Share RelatedIsland to re-brand Spring BreakBy KEVIN RICH Special to the PRESS The South Padre Island City Council continued discussions regarding Spring Break related policies in its Wednesday, April 19 meeting. Mayor Patel opened the discussions on a proposed Spring Break/mass gathering ordinance and the short-term rentals/neighborhood issues, stating these items would be on the agenda…April 28, 2017In “News”Island crunches data at Spring Break debriefing sessionBy KEVIN RICH Special to the PRESS South Padre Island Mayor Dennis Stahl introduced the Spring Break public debriefing meeting held on Wednesday, June 13, stating that over the past two years, “the City has become much more strategic, analytical, and data driven.” Stahl emphasized a commitment to transparency. “This evening…June 22, 2018In “News”Spring Break events to undergo stricter scrutinyBy KEVIN RICH Special to the PRESS The issue of Spring Break was at the front and center once again for the South Padre Island City Council during its, Wednesday, July 5 meeting, as they discussed a proposed amendment of the mass gathering ordinance. “We all know special events have a…July 14, 2017In “News” By KEVIN RICHSpecial to the PRESSThe South Padre Island City Council considered several agenda items related to Spring Break, the venue tax, and shoreline related issues in its April 5 meeting.Mayor Barry Patel introduced the Spring Break related agenda items stating, “We will be having several meetings in the future about the mass gathering ordinance. The public will have many opportunities to speak in the future.”SPI City Manager Susan Guthrie presented the debriefing process the City is undertaking to analyze this issue. She began by stating that Spring Break has a major impact on the City and community in terms of revenue, expenditures, staffing, risk and reputation. “The high volume of visitors and associated traffic, trash, crime and medical needs are taxing the system,” said Guthrie. She went on to explain the City will be collecting extensive Spring Break related data from many sources, including public safety, code enforcement, public works, shoreline, parks, fleet, fire, EMS, beach patrol, technology, municipal courts, and finance. They will perform ‘SWOT’ analysis, looking at strengths, weaknesses, opportunities, and threats, as a part of the process.“I think it’s a great way to approach this,” commented Council Member Pitcock. He went on to emphasize the importance of collecting and analyzing data to come up with solutions, as opposed to making “knee jerk reactions.”Council next considered authorizing the city manager to form a subcommittee to review, research and make recommendations regarding implementation of a mass gathering ordinance. Guthrie proposed that the subcommittee be comprised of city staff, two council members, two members from the business community, a member from Property Owners Who Care (POWC) and one citizen at large. “Public input begins now and it continues for the next two and a half months,” Patel said. He emphasized the urgency for coming up with an actionable item for this issue by July, to allow for the planning of Spring Break 2018.Want the whole story? Pick up a copy of the Port Isabel-South Padre Press, or subscribe to our E-Edition by clicking here.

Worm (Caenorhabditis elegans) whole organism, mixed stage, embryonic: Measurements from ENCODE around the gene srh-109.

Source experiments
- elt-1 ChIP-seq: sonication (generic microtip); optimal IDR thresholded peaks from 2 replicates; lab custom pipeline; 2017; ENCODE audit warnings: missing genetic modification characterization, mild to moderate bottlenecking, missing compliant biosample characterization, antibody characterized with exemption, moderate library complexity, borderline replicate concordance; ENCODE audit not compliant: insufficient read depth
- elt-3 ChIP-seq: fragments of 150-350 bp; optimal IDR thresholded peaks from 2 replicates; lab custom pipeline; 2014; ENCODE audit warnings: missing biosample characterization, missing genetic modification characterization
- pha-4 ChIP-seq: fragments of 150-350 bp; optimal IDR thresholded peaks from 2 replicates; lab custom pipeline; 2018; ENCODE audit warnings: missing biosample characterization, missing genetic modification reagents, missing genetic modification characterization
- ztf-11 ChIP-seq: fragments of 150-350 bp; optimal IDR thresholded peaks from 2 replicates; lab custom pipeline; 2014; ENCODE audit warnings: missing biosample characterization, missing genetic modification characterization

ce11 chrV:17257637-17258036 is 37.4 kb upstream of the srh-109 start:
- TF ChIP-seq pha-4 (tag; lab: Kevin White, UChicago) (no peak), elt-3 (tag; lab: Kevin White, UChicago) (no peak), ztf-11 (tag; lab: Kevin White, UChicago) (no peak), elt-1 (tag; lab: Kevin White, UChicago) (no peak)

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In a last minute move, Congress passed a so called “Omnibus” funding Bill to fund the U.S. government for the year 2016, which included a provision to extend the popular EB-5 Investor Visa (Green Card) program until September 30, 2016.The Bill extends the program without any changes, including allowing investors to continue to receive Green Cards through Regional Centers and business investments in specified areas within the U.S. for $500,000. This came as a big surprise, since a bipartisan deal had already been agreed on by both Democrats and Republicans to drastically reform the program, including increasing the minimum investment to between $800,000 to $1.2 Million. However, in the end, due to the complexity of new provisions in the proposed measure, Congress opted instead to spend additional time work out the technical details before making the new program permanent.